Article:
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Widow: Anthrax evidence bolsters $50 million lawsuit

  • Story Highlights
  • Widow says unstable man had access to "deadliest substances known to mankind"
  • Maureen Stevens has $50 million lawsuit against government over husband's death
  • Bob Stevens was first victim of 2001 anthrax attacks
  • Widow: Government's "poor or nonexistent security" gave suspect insider access
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(CNN) -- An anthrax victim's widow said new evidence about the suspect in the 2001 attacks released to the public supports her $50 million lawsuit blaming the federal government for her husband's death.

Maureen Stevens said the evidence that the Justice Department said links Army biological researcher Bruce Ivins to the anthrax attacks proves her claim that the government's lack of security allowed a mentally unstable man access to "some of the deadliest substances known to mankind."

The U.S. government Wednesday declared Ivins the lone culprit in the anthrax attacks, saying he had a history of mental illness, and that he created and mailed the spores used to kill five people.

Authorities say Ivins, a 62-year-old Army biodefense researcher at the U.S. Army Medical Research Institute for Infectious Diseases in Frederick, Maryland, committed suicide last week as they were preparing to charge him with carrying out the anthrax attacks.

In a statement Wednesday, Ivins' attorneys said the scientist was innocent and the stack of documents the government released to support its conclusion fell short of "concrete evidence."

Stevens' husband, Bob, 63, was the first victim of the attacks that terrorized the nation shortly after 9/11.

"We have now been advised that the man the FBI believes perpetrated this heinous act had a history of mental instability of long standing, and yet he was allowed to work with anthrax and some of the most deadly substances known to mankind," Maureen Stevens said, reading from a prepared statement with her attorney by her side.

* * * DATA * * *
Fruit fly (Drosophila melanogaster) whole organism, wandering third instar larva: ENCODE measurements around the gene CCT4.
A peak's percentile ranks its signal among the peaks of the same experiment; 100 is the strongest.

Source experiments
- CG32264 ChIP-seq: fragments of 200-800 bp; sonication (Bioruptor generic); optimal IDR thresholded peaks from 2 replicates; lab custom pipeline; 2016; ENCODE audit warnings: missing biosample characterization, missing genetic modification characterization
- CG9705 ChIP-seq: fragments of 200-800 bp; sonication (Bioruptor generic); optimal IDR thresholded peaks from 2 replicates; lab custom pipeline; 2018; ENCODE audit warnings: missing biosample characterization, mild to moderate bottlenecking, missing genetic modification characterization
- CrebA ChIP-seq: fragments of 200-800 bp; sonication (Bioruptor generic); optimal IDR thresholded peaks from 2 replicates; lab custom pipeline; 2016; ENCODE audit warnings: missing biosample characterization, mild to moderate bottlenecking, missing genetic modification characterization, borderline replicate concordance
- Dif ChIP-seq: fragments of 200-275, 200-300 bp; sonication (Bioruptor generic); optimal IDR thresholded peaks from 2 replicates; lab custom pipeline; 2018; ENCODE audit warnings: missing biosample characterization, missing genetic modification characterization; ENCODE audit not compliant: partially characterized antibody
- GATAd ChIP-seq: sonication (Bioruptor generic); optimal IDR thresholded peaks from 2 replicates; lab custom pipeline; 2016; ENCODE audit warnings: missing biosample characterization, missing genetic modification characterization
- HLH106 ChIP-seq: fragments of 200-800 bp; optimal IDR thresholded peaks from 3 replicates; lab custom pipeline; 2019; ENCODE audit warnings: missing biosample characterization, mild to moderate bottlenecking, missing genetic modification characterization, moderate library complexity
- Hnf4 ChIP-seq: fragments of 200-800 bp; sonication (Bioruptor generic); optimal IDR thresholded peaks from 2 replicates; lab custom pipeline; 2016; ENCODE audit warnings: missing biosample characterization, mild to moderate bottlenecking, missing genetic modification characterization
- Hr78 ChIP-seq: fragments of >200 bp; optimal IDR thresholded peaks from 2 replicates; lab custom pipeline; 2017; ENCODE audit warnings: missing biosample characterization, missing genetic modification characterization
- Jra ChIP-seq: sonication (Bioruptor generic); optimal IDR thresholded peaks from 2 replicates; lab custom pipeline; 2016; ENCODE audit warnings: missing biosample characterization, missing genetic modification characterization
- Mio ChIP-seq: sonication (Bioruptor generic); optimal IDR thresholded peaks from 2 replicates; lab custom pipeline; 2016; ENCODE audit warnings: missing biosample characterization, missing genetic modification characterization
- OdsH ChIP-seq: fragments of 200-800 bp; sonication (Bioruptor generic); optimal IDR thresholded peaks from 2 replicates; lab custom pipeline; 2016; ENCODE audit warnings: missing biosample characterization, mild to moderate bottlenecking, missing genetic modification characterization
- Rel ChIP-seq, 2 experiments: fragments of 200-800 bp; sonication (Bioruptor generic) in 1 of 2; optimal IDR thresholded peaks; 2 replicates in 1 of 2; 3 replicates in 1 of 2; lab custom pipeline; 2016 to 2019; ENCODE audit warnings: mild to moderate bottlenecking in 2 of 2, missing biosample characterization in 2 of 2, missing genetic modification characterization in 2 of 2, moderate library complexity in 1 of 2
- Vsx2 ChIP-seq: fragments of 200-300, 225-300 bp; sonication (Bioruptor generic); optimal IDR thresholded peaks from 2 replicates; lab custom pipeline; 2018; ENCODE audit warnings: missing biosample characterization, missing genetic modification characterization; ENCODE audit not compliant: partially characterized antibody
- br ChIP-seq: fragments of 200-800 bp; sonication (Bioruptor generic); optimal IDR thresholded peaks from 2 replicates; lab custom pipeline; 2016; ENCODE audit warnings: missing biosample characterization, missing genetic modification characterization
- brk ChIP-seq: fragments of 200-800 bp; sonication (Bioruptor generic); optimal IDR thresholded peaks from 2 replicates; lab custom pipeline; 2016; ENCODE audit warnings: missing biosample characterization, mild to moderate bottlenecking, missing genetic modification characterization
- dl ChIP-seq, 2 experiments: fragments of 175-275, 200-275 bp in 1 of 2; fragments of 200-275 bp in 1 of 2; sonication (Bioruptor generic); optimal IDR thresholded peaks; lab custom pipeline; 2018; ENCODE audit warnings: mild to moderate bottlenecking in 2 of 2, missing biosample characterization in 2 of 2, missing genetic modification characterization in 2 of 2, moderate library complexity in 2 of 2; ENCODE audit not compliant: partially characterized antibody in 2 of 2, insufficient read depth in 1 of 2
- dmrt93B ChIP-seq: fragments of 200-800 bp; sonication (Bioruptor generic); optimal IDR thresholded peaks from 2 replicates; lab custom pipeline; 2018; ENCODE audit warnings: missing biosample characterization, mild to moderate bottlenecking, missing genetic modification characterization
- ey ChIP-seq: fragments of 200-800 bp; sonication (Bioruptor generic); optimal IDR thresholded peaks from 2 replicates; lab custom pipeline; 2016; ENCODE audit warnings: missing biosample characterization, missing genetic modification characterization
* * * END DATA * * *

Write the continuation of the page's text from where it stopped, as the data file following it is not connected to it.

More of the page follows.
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The FBI probe into anthrax-tainted letters that killed five people spanned almost seven years.

Federal attorneys have tried to get the lawsuit dismissed, arguing that if a government employee were found to be the suspect, it is beyond an employment issue and the government isn't culpable.

Dean Boyd, spokesman for the U.S. Justice Department, said Thursday that he could not comment on any pending litigation.

"The United States denies as a matter of law and fact that the plaintiff is entitled to the relief sought," a government court filing in the suit said.

But in the suit, Stevens contends the government "owed a duty of care, the highest degree of care" in checking and supervising those who had access to and handled anthrax.

Stevens said she hopes her wrongful death lawsuit, filed in 2003, will be settled soon with the government in light of the new developments.

"[Ivins was] allowed to examine evidence and participate in the investigation of the very crime he committed," she said. "To us, my family, this is shocking."

She said the evidence supports her position, stated in the lawsuit, that the crime was committed by a "United States government insider with the access and ability to get this substance out of the Fort Detrick [Maryland] lab, as a result of poor or nonexistent security."

"Our view has proven to be correct," she said. "It is now time for the United States of America to own up to its responsibilities to my family and to right this wrong that resulted in the loss of my beloved husband and my children's beloved father."


Stevens said she learned the government named Ivins as its suspect through the media. After talking with the FBI, she said she is 100 percent positive that Ivins was the man who killed her husband.

Bob Stevens, a tabloid photo editor, died in October 2001 after inhaling anthrax that investigators believe was in a letter sent to American Media Inc., the publisher of the Sun and National Enquirer, at its offices in Boca Raton, Florida.

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